posted in:  Code Driven NYC, iOS, Natural User Interface, Open source, Programming, UI    / leave comments:   No comments yet

What you get from unmoderated and moderated #testing of #prototypes

Posted on October 22nd, 2015

Jersey City Technology Startups

10/22/2015 @Ishi Systems,  185 Hudson St, Plaza 5, STE 1400, Jersey City , NJ

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Steven Cohen @Validately spoke about the goals and advantages of prototype testing.

He started by reviewing his history in startups: one successful start and one failure. After these experiences he asked why does innovation fail?

  1. False positives – estimated that 50% of a typical product’s features are not used (see http://versionone.com)

He then asked what you can learn from users

  1. UI usability – can user complete a task by clicking on the appropriate links? – the inventor is too close to the product to know this
  2. Real life usability – get a lot of false positives here. “It’s not a big enough problem.”
    1. Are there blockers – usable in real life, such as privacy/security issues.
    2. Better alternatives – something I’m using now. What is it like?
    3. Does it solve a need? Needs to be big to change inertia. Need to get to “no” to show you know the issues. For instance introduce a price and ask if they would buy it (time, reputation, money)

Steven then presented two ways to test prototypes

  1. Unmoderated – asynchronous testing as the user explores the functionality – good for UI usability
    1. Less work, subjects pace themselves and give verbal/written feedback
    2. Can’t learn real life issues
  2. Moderated – live test interacting with the user and asking for opinions – better for real life usability
    1. Deep user learning – usability
    2. More time commitment

Steven did a simulated interview to show how the moderator would probe the user his/her actual usage of the product. One of the most important aspects is to get the user to make decisions on feature tradeoffs. The main tradeoff is whether a feature is work a specific amount of money and if not, why not and would there be a lower price point.

He wants to put up road blocks and see how people react – e.g.  put up a page and ask for a credit card (even if you don’t keep the number) – see how much commitment. This is an attempt to get the feedback that users might not way to give you since they do not want to hurt your feelings or be confrontational.

Other observations were

  1. If you need to pay your own existing customers to participate in a test, then the problem is not that important. Power users will probably always test for free.
  2. Validately will start video recording the user, but does not believe eye tracking adds much since mouse movements correlate highly with eye movements
  3. For unmoderated tests, if 5 of 6 users can do it. it’s probably adequate
  4. For moderated test, start with 6 to 10 people. If there is a consensus, you can get by with fewer. If there is no consensus, then your persona (a straw man demo) is probably not well defined.
  5. Once you have made a change, go back to the initial set of users and see if it fixes the problem – did we understand the comments?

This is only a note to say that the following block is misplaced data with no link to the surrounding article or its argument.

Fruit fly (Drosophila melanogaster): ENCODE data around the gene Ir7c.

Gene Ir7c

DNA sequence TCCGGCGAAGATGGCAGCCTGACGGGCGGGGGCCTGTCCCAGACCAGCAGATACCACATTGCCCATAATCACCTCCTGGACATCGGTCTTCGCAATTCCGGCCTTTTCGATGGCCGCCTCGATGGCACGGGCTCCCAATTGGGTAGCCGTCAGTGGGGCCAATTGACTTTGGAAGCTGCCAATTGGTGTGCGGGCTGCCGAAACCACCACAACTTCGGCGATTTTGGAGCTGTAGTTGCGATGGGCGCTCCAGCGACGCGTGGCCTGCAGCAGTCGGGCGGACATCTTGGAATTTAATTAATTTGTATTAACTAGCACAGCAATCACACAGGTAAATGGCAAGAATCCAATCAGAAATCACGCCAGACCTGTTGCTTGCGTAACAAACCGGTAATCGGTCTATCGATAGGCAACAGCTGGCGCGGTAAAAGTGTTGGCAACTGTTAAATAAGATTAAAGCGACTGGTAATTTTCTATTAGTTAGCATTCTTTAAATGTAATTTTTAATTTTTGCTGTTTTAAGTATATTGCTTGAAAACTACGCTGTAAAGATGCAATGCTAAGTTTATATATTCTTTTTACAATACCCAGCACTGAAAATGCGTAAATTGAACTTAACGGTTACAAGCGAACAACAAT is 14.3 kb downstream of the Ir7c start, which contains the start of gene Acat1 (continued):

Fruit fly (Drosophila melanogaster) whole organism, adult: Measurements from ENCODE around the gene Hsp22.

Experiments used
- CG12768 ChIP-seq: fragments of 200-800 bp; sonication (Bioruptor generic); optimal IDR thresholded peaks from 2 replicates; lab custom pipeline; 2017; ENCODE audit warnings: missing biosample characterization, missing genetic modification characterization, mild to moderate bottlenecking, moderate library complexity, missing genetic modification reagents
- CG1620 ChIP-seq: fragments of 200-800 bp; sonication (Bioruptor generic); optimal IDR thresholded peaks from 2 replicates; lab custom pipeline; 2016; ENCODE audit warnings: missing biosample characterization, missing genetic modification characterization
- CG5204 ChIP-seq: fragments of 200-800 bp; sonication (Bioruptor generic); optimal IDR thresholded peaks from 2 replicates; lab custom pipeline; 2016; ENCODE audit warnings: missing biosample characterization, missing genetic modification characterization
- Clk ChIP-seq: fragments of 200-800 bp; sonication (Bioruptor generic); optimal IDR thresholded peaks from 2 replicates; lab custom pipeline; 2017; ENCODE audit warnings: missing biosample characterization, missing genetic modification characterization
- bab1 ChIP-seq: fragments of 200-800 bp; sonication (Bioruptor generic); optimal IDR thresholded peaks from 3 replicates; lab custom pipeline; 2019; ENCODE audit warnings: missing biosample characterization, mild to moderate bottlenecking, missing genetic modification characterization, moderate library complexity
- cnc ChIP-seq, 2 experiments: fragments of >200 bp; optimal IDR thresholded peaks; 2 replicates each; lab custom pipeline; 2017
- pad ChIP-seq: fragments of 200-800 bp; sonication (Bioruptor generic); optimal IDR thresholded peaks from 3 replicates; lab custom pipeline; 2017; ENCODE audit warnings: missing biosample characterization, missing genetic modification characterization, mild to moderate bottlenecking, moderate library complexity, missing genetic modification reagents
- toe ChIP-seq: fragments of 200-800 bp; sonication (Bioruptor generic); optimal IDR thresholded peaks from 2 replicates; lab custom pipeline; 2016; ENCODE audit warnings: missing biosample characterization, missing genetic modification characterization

The bottom line is, don’t build stuff that users don’t need

posted in:  Jersey City Technology Startups, psychology, startup, UI, UX    / leave comments:   No comments yet

Design Driven NYC: #redesign, #usability, #consultancy, #rebranding

Posted on October 22nd, 2015

#DesignDrivenNYC

10/20/2015 @TheNewSchool, 66 West 12th Street, New York, NY

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Four speakers talked about the important of #UX design in product development:

In the first presentation, Scott Stein & Eamonn Bourke talked about the redesign of the #USAToday web site and mobile apps. Three years ago USA Today redesigned their pages while keeping their focus on the news with increased use of user-generated content.

They wanted to retain design components they thought were successful such as the headline stack on upper right and have similar functionality to what already existed in 2012. They also felt that native apps were the best way to deliver different types of content for each platform. The responsive design would concentrate on the home page. Despite this, they wanted to create a common look across platforms. One example is a live logo in the upper left which is changed daily to summarize the big topic for the day. The design was also done with a goal of making a common look for all Gannett publications, both large and small.

The first page has a newspaper layout. Following pages have visual breakouts so users are reminded where they are in the app/site. Tablet apps snap from page to page while phone apps scroll. They wanted to naturally include in-line galleries and in-line video. Social media is imbedded within articles. The navigation conventions were adjusted to be consistent with the device, so Android users see the usual Android navigation conventions, while Ios users have Ios navigation tools.

Their usability tests have guided their design

  1. Users scan headlines with images being of secondary import
  2. Users graze off the front page. They don’t swipe from story to story
  3. Instead they go back to the front page to go to the next story
  4. Users want a sense of hierarchy indicating the top stories
  5. Despite the ability to create immersive, full-canvas ads, most advertisers found it more cost effective to say with more traditional ad placements.
  6. Mobile users often prefer text to videos

In the second presentation, Rohan Golkar, Jake Lazaroff , and Jan Cantor talked about the consulting projects at NewsCred to increase customer interactions.